procedures whereby each LEA receiving ARRA Funds, including IDEA-B §611 ARRA
Funds, submits detailed data to validate proper use and reporting of these funds. The
contractor is responsible to review all verification data submitted, review and analyze
sample of LEAs for on-site review visits and follow-up.

If OIG’s comments are not merely the result of a preliminary understanding of PDE’s
processes, but are suggestive of pending or not yet released official instruction, we look
forward to working collaboratively with the Office of Special Education and
Rehabilitative Services (OSERS) and OSEP to implement any future official guidance or
instruction that OSERS and/or OSEP may implement.

RESPONSE TO SECOND FINDING:

Comptroller Operations and the Pennsylvania Department of Education (PDE) have
several controls in place to ensure compliance with applicable statues and regulations, to
ensure sub grantors charge allowable costs to the grants, to minimize the ability for LEAs
to accumulate excess cash and earn significant amounts of interest on those funds. We
believe that the finding was based on a preliminary understanding of PDE’s processes
and after reading the detailed explanation which follows, the finding should be
withdrawn.

Background: PDE has issued guidance refraining LEAs from accumulating excess cash
and interest earnings. In addition procedures to return interest earnings to the federal
government have been provided to LEAs in the event they earn interest greater than $100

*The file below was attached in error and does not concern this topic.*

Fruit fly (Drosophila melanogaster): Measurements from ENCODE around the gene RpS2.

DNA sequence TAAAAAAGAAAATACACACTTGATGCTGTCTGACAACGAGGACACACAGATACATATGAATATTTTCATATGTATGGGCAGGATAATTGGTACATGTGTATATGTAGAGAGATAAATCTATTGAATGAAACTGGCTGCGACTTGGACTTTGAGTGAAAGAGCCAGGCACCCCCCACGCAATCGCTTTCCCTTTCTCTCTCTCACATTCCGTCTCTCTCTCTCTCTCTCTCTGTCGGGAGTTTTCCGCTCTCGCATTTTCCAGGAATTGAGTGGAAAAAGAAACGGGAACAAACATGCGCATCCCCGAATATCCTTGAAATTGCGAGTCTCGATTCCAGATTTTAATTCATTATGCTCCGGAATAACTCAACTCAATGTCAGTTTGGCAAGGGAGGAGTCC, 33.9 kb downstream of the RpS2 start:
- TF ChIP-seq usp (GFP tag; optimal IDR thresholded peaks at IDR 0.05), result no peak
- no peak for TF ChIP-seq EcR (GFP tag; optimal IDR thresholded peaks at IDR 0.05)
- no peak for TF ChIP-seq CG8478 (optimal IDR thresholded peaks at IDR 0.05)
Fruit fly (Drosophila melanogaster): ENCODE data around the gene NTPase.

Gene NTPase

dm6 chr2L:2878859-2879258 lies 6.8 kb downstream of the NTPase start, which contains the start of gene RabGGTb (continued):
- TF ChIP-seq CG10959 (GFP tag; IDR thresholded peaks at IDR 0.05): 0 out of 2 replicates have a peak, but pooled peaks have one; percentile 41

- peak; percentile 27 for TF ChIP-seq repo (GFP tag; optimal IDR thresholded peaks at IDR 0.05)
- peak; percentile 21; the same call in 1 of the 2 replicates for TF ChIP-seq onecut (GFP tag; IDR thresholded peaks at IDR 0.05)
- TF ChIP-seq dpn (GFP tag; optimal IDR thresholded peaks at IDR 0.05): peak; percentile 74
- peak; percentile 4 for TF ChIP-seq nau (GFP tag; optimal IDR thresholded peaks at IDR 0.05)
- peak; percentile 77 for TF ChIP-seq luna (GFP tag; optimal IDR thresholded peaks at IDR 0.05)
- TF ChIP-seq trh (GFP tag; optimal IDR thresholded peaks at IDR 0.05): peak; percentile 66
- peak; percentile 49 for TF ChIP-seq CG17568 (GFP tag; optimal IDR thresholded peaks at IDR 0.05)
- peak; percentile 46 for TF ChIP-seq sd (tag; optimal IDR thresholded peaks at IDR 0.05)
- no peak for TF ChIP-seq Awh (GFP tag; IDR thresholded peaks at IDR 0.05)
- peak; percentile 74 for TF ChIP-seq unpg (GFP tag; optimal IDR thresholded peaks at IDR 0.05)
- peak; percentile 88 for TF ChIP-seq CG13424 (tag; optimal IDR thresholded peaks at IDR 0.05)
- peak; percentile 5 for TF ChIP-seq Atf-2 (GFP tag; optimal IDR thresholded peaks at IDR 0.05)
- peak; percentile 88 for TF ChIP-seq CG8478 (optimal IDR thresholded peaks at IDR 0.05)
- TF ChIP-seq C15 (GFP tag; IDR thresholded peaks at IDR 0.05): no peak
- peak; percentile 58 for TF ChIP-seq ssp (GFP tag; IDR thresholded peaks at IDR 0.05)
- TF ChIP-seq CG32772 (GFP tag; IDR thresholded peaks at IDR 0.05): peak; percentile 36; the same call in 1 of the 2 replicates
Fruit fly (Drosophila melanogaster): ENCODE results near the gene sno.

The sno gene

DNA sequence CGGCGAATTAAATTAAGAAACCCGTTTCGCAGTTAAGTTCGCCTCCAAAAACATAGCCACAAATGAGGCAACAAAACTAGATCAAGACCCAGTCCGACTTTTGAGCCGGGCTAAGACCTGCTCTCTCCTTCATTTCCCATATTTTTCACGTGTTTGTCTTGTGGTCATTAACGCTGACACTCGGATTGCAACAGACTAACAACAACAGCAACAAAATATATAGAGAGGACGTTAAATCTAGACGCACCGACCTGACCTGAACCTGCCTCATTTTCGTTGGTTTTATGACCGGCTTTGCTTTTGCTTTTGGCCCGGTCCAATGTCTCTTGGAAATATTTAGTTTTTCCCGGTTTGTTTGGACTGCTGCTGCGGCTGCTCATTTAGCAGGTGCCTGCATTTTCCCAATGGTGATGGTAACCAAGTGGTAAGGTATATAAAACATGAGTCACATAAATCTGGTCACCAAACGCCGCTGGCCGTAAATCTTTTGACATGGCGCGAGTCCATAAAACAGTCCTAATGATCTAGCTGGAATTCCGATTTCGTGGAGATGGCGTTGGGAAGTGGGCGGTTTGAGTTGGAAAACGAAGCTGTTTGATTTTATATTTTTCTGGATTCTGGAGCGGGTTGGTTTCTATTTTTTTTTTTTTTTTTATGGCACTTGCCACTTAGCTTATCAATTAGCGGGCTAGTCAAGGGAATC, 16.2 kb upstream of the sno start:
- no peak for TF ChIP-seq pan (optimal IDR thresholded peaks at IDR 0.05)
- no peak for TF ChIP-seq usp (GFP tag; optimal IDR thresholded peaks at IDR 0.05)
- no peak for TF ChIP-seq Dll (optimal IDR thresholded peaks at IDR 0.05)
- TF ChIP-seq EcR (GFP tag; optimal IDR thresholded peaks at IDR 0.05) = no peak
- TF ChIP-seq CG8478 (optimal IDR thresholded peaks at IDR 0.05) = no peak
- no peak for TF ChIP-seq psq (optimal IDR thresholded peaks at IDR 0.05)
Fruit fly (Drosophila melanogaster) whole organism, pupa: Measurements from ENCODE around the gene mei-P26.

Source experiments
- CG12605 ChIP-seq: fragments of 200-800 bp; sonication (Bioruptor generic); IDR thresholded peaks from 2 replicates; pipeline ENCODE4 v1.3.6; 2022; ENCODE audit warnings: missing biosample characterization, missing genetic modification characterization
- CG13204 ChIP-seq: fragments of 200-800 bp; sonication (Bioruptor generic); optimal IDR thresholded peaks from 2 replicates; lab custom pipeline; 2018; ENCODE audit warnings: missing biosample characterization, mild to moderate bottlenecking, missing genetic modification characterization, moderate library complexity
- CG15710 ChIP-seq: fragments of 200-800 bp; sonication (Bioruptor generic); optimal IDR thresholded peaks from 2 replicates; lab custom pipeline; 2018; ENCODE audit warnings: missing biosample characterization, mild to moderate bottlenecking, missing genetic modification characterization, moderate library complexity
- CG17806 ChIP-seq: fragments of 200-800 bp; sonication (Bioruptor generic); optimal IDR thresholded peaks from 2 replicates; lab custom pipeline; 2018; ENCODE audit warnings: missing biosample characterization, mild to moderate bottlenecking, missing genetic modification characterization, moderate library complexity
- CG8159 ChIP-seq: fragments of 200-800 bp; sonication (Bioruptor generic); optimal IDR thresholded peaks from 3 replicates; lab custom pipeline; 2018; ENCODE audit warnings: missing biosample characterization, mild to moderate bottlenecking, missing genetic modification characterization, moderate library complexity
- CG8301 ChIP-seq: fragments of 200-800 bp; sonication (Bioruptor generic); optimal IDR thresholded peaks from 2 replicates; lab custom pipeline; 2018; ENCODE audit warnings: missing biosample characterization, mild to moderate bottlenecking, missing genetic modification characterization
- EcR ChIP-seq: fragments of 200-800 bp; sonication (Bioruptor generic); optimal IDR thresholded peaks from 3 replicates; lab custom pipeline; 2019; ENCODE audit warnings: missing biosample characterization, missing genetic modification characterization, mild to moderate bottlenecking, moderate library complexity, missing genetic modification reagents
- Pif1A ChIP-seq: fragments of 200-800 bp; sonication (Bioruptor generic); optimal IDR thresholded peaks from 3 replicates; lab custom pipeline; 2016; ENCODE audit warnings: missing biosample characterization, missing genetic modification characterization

per year. Additional fiscal oversight is accomplished through A-133 Single Audits and
LEA audits conducted by the Pennsylvania Auditor General.

The review and monitoring process begins when an LEA applies for project funding. An
LEA’s project application identifies the types of activities to be performed, the expected
length of the project, the amount of financial resources needed and a project budget for
those resources. Based on the project budgets, the majority of LEA project resources are
utilized for payroll costs. As a result, PDE has knowledge about the types of
expenditures that will be incurred over the life of the project. Once PDE’s project review
is fully complete, they approve the project and assign an applicable funding source code.
The projects funding is limited to one funding source. For example, if the project is
ARRA related it will be funded solely by ARRA funds.
                                     Enclosure 

                                   PDE Comments

After a project has been approved by PDE it is sent to Comptroller Operations for review
and approval. Comptroller Operations reviews the project to ensure compliance with the
applicable grant requirements. After Comptroller approval, the project is entered into the
Financial Accounting Information (FAI) system. This system calculates the amount of
each monthly payment an LEA will receive for a project. The monthly payment is based
on the number of months the project will last. For example, if a project is scheduled to
last 15 months the LEA would receive 15 equal monthly installments.

During a quarter in which monthly payments are disbursed, Comptroller Operations
requires the LEAs to submit a Quarterly Cash Reconciliation report. This reconciliation
report must be completed quarterly for each project and is certified by a responsible LEA
official that the provided information is true and accurate. These reports allow the
Comptroller to monitor project expenditures and excess cash. Currently Comptroller
Operations reviews approximately 10,000 reconciliation reports a year.                This
reconciliation process limits the LEA’s ability to accumulate large sums of excess cash.
If the LEA is not spending a project’s funding at the expected rate and has accumulated
excess cash greater than or equal to one dollar plus one scheduled monthly payment, the
project payments are discontinued until the excess cash is spent.

In a worst case scenario, should an LEA not incur any project expenditures, an LEA